This gentleman doesn’t seem to understand the concept of INFLATION. You can’t compare a price in 1986 dollars to something priced in todays dollars without adjusting for inflation (i.e. loss of purchasing power in the dollar). So….taking into account inflation the 1986 dollar would be worth $2.16 today. Thus the oil price of ca. $50 in todays oil glut would cost less than $24 in 1986 dollars.

    This means the price of oil in the current oil glut has actually fallen LOWER then oil prices fell in 1986, i.e. Oil is waaaaaaaaay cheap now.

  2. BobInget on Fri, 24th Apr 2015 7:32 pm 

    Taking advantage of $24 today, oil requires a
    Deloran Time-Machine with an oversized fuel tank..

    When per oil barrel numbers are crunched for Saudi Arabia does one calculate so called
    ‘defense expenditures’ of 80 Billion per year.
    http://en.wikipedia.org/wiki/List_of_countries_by_military_expenditures

    As for that 10% of GDP you’ll notice only a non oil producing country, Israel, comes even close with 7% of GDP.

    The really great news for John Bolton types,
    All Muslim all the time KSA, partnered with Israel
    to take down Iran, (not in the top 15 arms buyers)

    If it’s true, Iran has the lowest cost oil, explains a great deal about why KSA wants to crush em.

  3. paulo1 on Fri, 24th Apr 2015 7:39 pm 

    Plant,

    You missed the sentence where he said he adjusted it for inflation in 2015 dollars.

    “PLEASE NOTE: ALL prices used in this article are using current 2015 dollars, inflation adjusted using the US BLS inflation calculator”

  4. apneaman on Fri, 24th Apr 2015 7:58 pm 

    Oil’s tipping point has passed
    The economic pain of a flattening supply will trump the environment as a reason to curb the use of fossil fuels, say
    James Murray and David King

    http://www.washington.edu/research/.SITEPARTS/.documents/.or/Nature_Comment_01_26_2012.pdf

  5. Nony on Fri, 24th Apr 2015 10:25 pm 

    And then there’s James Hamilton with his peaker-biased macro-weenie econ call of “hundred dollars to stay”. Dude needs to put down the time series and pick up the indifference curves. Moron.

  6. shallow sand on Fri, 24th Apr 2015 11:36 pm 

    Nony. Check out CLR investor presentation just released. They took on $440 million of additional debt from 12/31/14 to 2/17/15.

    I’d say they need $100 oil.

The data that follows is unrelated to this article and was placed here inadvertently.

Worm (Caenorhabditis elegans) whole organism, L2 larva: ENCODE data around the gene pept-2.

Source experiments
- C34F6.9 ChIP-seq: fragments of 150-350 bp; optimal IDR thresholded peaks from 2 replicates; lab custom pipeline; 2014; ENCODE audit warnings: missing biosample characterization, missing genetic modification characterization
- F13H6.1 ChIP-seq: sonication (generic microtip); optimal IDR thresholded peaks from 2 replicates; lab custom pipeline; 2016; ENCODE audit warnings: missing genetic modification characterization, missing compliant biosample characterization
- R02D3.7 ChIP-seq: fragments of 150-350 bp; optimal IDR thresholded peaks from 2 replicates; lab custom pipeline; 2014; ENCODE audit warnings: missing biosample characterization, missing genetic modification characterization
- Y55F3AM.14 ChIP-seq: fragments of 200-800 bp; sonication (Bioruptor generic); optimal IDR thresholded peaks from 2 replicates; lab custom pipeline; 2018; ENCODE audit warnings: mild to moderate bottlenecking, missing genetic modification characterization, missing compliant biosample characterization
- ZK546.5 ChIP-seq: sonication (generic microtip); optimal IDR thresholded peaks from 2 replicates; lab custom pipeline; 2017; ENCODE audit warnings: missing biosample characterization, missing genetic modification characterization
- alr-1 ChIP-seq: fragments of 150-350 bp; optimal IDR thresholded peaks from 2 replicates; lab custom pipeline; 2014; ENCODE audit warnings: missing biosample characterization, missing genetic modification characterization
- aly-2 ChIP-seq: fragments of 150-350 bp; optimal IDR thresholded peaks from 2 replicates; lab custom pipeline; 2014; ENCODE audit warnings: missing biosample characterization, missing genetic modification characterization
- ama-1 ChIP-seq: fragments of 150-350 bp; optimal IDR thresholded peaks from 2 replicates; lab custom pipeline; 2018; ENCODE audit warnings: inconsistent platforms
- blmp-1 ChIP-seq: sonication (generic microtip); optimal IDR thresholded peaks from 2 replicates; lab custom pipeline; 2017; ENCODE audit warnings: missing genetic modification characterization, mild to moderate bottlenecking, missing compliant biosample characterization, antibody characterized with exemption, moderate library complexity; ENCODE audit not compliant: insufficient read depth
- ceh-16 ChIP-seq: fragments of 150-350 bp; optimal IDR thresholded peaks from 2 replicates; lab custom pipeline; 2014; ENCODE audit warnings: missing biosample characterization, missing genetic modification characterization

7. rockman on Sat, 25th Apr 2015 3:47 am 

    The 1986 inflation adjusted value of oil was $31.10.

    http://inflationdata.com/inflation/inflation_rate/historical_oil_prices_table.asp

    So the oil price today is significantly higher then it was in 1986.

  8. marmico on Sat, 25th Apr 2015 6:36 am 

    So the oil price today is significantly higher then it was in 1986.

    So what? So is the (real) price of health care, college tuition and a laundry list of other goods and services.

  9. shallow sand on Sat, 25th Apr 2015 8:29 am 

    ROCKMAN. Although I agree each well is different, I am willing to bet the inflation adjusted average cost to find and produce a barrel of crude oil in the USA is higher now than in 1986.

    While we are on the topic, note my post above. In 1986 were independents still able to borrow large sums of $$ to keep drilling? It will be interesting to see if CLR has to borrow at that rate for all of 2015, or that borrowing was an extraordinary circumstance.

    I note Williston Light Sweet posted price as gotten a $4 bump up. That will help.

  10. Nony on Sat, 25th Apr 2015 8:56 am 

    Sand:

    So what? I could care less who needs 100/bbl. the equilibrium price will be where enough pain is caused to stop barrels from flowing with enough inducement to keep barrels flowing in a way that matches the willingness of consumers to buy more/less based on price being less/more.

    This is econ 101. Who gives a sh** if CLR has a problem. What matters is total supply and demand. And Hamilton HUGELY missed the key micro-economic insights. He way dismissed shale. At 100/bbl it goes gangbusters. Those wells are positive NPV at 100/bbl and we go back to super growth city. So the price dropped.